HOUSEHOLDERS affected by the flooding that hit York in September got the chance to question council and environment officials during a heated public meeting.
Heavy autumnal rain two months ago led to some of the worst floods in a decade, with York recording its third-highest river levels.
Dozens of homes and businesses were devastated in the wake of the chaos.
The severe flooding led York Central MP Hugh Bayley to set up the public meeting at the Novotel in Fishergate on Saturday morning.
He said: “Following the flooding in September I thought it would be useful to get people affected to speak to the people who are responsible for maintaining flood defences during a crisis and before times of crisis.”
About 50 people gathered for the meeting as residents affected by floods and those concerned about the environmental impact on York tabled questions to leading figures responsible for tackling the issue.
They included City of York Council leader James Alexander, Innes Thompson, area flood risk manager for the Environment Agency, Martin Parkes, manager of asset planning at Yorkshire Water, and Sally Burns, responsible for emergency planning for the City of York Council.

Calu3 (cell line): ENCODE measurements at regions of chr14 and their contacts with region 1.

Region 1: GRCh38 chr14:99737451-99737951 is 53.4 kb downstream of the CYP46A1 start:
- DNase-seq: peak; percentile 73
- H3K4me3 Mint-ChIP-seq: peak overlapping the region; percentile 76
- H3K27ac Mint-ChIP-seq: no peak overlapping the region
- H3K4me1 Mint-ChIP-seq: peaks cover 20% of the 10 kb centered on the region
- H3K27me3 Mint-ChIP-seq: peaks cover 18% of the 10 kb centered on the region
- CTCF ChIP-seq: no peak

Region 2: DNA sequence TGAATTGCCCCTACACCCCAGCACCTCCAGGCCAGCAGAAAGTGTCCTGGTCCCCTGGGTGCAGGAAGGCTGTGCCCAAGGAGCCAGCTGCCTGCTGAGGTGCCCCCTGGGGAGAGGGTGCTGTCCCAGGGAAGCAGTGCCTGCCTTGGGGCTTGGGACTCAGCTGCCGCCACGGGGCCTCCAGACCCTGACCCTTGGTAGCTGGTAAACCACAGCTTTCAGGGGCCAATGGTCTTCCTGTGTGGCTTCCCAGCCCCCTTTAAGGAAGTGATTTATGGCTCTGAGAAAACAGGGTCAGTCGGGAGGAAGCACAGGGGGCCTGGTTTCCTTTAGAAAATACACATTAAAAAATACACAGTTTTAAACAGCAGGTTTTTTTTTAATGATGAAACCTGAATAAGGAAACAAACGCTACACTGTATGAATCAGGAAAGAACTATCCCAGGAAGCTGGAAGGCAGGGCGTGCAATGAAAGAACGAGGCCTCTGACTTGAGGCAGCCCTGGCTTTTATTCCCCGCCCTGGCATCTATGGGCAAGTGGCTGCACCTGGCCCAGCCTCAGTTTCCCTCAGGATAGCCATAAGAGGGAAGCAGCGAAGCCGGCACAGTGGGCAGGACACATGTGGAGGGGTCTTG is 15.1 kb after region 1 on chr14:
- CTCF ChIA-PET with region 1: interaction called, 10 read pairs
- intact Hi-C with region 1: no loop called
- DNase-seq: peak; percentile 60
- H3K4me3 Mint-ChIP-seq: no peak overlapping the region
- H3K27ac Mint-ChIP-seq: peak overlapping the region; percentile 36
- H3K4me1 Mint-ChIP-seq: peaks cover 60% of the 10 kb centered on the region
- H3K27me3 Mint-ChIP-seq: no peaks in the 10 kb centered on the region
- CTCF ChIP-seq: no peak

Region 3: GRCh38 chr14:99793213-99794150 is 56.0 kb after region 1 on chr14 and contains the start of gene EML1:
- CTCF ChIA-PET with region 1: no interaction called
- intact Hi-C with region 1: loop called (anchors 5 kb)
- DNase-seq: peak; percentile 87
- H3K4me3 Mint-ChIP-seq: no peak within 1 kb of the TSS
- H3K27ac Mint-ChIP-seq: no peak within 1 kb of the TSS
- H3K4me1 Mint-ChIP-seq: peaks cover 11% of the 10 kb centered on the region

Residents raised concerns about the long-term impact on building on out-of-town green belt sites, rather than brownfield sites, as well as sandbag shortages, and the issues of building on flood plains and drainage.
Responding to questions about Leeman Road flood defences, Coun Alexander said money earmarked had risen to £1.4million while Mr Thompson promised residents that workers “will be on the ground in early 2013” to install defences.
One resident of Grange Garth complained to the council that during the September floods she and her family had felt abandoned and isolated from help and suggested residents living in flood-risk properties should have a wallet-sized card detailing emergency and helpful contacts to call.
Another resident complained that during the floods, he was fobbed off and told to buy his own sandbags.
Ms Burns said that often during flooding “everybody starts to panic”, but resources needed to be preserved and issued to those most at risk. However Coun Alexander said the council was now looking at buying special sandbags that expand when hit by water –meaning fewer of them would be needed.
Responding to residents’ problems about insuring flood-risk properties, Mr Thompson recommended those affected should contact the National Flood Forum, a non-profit organisation that helps give advice to people struggling to pay high insurance costs.
Mr Bayley said any residents with further concerns could email him directly.